26 March 2013

Spring and winter on same day; must be Canada!

EDMONTON, Alberta, Canada—I am used to leaving the United Kingdom in cold weather and stepping out of the Sydney airport terminal into the middle of Australia’s summer, but I have never been in glorious spring one day only to be in the dead of winter later the same day—and still be in the same country.

Canada is massive, and my visit to the Faculty of Nursing at the University of Alberta in Edmonton took me through Vancouver, British Columbia, for a weekend of running, coastal walks and sitting outside with my family, watching the sun go down. After a one-hour-and-10-minute flight and one hour forward on the clock, I am now in Edmonton, and it has taken two men working all day—one with a small snowplough/digger machine, the other with a dumper truck—to clear the hotel car park. And it’s cold!

I am visiting the University of Alberta as an international visiting scholar for a few days. My visit was organised by Wendy Duggleby, PhD, RN, and Kathleen Hunter, PhD, RN, NP, GNC(C), NCA, and I have had the chance to meet a co-author of mine, Alex Clark, PhD, RN, for the first time as well as a host of other people, including Carole Estabrooks, PhD, RN, FCAHS, FAAN, who serves on the editorial board of the Journal of Advanced Nursing.

The time here is busy, with two intensive days of lecturing and leading sessions with students and staff. I was able to present some of the latest work on assessment and alleviation of feeding difficulty in older people with dementia in the Geriatric Grand Round at the Glenrose Rehabilitation Hospital in Edmonton. In addition to the audience of more than 50 people, the presentation was linked to 45 other telehealth centres in Canada. The question-and-answer session was stimulating, and encouraging. Later, I met Susan Slaughter, PhD, RN, GNC(C), together with other members of the chronicity research group, to hear about her seminal research into the causes of feeding difficulty in dementia. I was unaware of this work, and it was a lesson to me to take more time—like I used to—to scan the literature in my field of research.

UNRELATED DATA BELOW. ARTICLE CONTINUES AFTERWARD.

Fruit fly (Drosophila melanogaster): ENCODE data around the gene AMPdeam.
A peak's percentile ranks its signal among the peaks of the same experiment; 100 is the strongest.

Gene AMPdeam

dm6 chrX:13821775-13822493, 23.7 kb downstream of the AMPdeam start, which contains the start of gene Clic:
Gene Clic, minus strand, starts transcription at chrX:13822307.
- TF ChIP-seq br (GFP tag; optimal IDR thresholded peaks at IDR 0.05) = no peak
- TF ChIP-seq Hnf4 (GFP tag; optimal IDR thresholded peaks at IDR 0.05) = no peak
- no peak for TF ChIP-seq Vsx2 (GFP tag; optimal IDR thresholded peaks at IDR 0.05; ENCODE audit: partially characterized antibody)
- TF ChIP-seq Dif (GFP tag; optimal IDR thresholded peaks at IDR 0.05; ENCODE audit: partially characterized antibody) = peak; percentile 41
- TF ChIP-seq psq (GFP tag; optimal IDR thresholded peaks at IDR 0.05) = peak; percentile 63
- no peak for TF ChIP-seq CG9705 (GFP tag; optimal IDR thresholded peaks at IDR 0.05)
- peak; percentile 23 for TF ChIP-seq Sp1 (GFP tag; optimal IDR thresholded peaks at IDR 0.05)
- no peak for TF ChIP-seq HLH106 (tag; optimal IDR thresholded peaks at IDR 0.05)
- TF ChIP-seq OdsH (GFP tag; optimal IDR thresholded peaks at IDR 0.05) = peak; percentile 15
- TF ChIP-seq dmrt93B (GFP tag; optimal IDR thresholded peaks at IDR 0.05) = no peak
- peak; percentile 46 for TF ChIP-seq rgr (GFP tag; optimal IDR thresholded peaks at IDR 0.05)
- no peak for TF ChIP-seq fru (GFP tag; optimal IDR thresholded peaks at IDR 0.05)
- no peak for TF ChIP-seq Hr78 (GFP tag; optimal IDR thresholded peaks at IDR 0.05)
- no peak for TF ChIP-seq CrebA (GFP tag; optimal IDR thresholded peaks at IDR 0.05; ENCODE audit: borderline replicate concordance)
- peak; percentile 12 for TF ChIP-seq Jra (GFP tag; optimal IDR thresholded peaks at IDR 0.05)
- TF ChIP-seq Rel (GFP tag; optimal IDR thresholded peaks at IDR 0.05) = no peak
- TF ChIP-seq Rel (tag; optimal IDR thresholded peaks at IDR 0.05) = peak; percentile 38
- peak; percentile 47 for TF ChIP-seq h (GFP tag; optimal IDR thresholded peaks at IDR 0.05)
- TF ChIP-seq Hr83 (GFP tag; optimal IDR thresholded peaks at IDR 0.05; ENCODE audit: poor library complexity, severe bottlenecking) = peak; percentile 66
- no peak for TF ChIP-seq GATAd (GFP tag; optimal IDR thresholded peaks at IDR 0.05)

My lectures were on the emergence of new methods of scholarship through social networking, and on mentorship and career development. I am not sure that everyone was convinced about the social networking, so that talk may need more development. The highlight of my time here, undoubtedly, was meeting the Master of Nursing students, who had sent me, in advance, a challenging series of questions. They covered almost everything, from my decision to enter nursing to my latest ideas for research as well as a lot in between about getting published and the future of doctoral education for nurses.

A final dinner with colleagues impressed on me that academic nursing in Canada suffers many of the same prejudices that it does in the United Kingdom. At least, I realised, we are not alone. I introduced the phrase, used against university-educated nurses in the UK, “too posh to wash,” which folk here had not heard. I hope they keep it to themselves, as I would not like that phrase to become part of the anti-university educated nurse lexicon in Canada. If it does, then blame me. My final morning here will be spent planning some future work with Alex Clark, who is as dedicated as I am to Twitter and can be followed on @alexclark1944.

In addition to meeting my family and undertaking this highly enjoyable visit to Edmonton, I came across a new Canadian “Indie pop” band called Dear Rouge, comprised of Drew McTaggart and his highly photogenic and talented wife Danielle, backed up by some excellent musicians, including Andrew Stewart. They are currently touring Canada and are well worth exploring on YouTube. Quite possibly, you heard that here first.

For Reflections on Nursing Leadership (RNL), published by the Honor Society of Nursing, Sigma Theta Tau International.

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